1. Mike, I have a side project with a solar mirror. It’s a trough made amd held with a vacuum using dirt cheap mylar. The optics are basically perfect. At a size roughly 48″ long and 42″ inchs wide and about a foot deep or so, it’s probably the equivalent heat of a medium burner stove on a 1/2″ id black iron pipe, with decent sun light. I am trying to make something super cheap and very safe for people to make for themselves if need be to get usable energy. Do you have any suggestions as to how I might utilize that heat energy somewhat efficiently without it getting too complicated or expensive or beyond the means of typical person to create? I would appreciate any thoughts on the matter you may have. Thank you.

        1. Well the simplest option is a Thermoelectric/Peltier module assuming electricity is the goal – nothing complicated to understand or fabricate. If not just point it at a cast Iron pot and use that heat directly as heat (can even stand that pot on the Peltier for a small amount of effectively bonus electricity – the heat lost out the bottom of the pan might change a bit, but there was always some loss there.

          The most efficient way for electric I can think of that won’t require that much effort is a Stirling engine or Thermoacoustic engine (much the same thing in principle though a Thermoacoustic should be easier to build its probably harder to tune in). You can get a kit to build those or make one yourself quite simply anyway – chasing peak efficiency is a whole other challenge though.

          In theory a solar cell could be the target but I’d not suggest it seriously when you are by the sounds of it creating a very extreme focusing effect – the efficiency of solar PV drops off with heat and the panels construction can only take so much..

          1. Thank you. Thermoacoustics sounds promising. I am looking into it now.

            It’s has to be easy, simple and safe and at least 8% efficient if it can be from reasonably available cheap materials.

            In the quick test configuration it boiled water inside the filled pipe almost instantly. I have concerns about safety using steam and I am also looking for something with less parts and maintenance. Thermoacoustics may be exactly what I need. :)

        2. That’s an excellent project.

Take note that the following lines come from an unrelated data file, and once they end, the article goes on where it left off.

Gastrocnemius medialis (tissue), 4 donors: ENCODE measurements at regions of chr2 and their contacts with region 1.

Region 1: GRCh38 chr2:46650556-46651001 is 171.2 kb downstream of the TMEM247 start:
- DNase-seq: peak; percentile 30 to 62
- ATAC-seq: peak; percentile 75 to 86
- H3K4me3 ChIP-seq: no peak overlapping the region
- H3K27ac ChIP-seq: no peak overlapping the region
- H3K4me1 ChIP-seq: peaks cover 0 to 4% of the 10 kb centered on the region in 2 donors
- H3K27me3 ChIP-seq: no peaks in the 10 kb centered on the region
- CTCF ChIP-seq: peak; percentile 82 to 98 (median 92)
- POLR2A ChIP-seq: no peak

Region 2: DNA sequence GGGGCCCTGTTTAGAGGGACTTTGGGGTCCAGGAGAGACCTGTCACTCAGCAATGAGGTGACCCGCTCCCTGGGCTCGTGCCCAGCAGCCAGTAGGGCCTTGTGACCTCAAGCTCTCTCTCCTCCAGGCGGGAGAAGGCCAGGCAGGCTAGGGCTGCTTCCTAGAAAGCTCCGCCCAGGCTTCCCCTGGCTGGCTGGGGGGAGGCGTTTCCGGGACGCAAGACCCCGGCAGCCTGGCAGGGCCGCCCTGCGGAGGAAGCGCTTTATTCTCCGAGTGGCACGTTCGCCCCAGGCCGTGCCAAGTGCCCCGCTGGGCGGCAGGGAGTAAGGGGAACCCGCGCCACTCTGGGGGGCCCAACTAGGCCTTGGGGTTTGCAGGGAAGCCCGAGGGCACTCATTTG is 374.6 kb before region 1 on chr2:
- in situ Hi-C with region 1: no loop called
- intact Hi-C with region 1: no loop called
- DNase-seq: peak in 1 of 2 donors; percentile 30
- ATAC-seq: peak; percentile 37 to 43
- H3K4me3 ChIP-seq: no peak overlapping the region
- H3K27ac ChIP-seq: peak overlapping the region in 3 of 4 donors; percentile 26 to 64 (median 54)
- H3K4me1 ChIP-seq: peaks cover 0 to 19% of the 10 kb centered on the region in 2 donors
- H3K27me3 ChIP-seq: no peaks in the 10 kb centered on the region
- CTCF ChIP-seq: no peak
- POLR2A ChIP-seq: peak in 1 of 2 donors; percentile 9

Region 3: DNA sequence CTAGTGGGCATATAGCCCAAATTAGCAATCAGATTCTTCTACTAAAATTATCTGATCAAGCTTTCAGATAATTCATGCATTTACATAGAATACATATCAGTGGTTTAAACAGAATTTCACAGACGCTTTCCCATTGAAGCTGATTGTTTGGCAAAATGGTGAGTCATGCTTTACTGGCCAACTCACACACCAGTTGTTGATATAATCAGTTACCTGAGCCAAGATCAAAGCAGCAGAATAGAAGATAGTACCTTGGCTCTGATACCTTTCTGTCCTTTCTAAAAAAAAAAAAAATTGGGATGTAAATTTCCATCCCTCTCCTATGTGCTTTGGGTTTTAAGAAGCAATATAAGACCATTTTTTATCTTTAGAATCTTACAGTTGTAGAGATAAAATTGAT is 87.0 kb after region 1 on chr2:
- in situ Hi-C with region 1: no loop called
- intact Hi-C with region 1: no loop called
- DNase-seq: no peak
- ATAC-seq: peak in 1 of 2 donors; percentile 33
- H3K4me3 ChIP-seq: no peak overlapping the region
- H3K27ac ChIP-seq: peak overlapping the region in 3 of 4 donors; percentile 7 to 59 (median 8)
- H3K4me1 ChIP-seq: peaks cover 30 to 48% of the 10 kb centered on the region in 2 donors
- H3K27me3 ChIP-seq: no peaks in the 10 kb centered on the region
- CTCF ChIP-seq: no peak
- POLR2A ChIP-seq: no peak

Back in the 1970s, my grandfather built an array of solar heaters for his house using parabolic reflectors that focused sunlight on black pipes willed with flowing water. Tracking was done with some simple servos, timers, and photocells. The energy from the hot water was pumped through heat exchangers to a non-eutectic phase-change salt solution in large barrels. The solar energy gathered during the day was used to heat the house at night. The house was quite a distance from the nearest town and large enough that heating with gas or electric would have been ruinously expensive. The solar heat is still humming away with minimal regular maintenance.

          Wax would also work for heat storage, but it is more flammable. Water is usable, but it not as energy dense. Pumped air can also be used instead of water for the working fluid. It’s simpler, but takes a pretty hefty fan to move enough heat energy. I like your use of mylar for the reflector. My grandpa used aluminum flashing and that stuff got as hot as heck and had to be on ceramic insulators (re-purposed from power poles, I recall).

          Gathering, transporting, storing, and using heat energy directly will always be the most efficient. If electricity is needed, then some sort of low temperature differential engine is best. It is important to match the size of the engine to the energy supply since the efficiency of the engine is proportional to the available temperature difference. Semiconductor energy conversion from heat is less efficient, more expensive, and limited in output, but is potentially easier to maintain. The same temperature difference applies. A geothermal heat sink for the “cool” end can help efficiency a lot.

          A portable solar oven that can safely cook a potato and change a phone would be a dream come true!

          1. Thank you Mike. I like your ideas. Whatever I end up doing I will try to share it with you later. Tracking will be timed with water flow. That’s the plan anyway. Wax is very interesting, but what your gramfather used seems well thought out. You have personal evidence of the final product.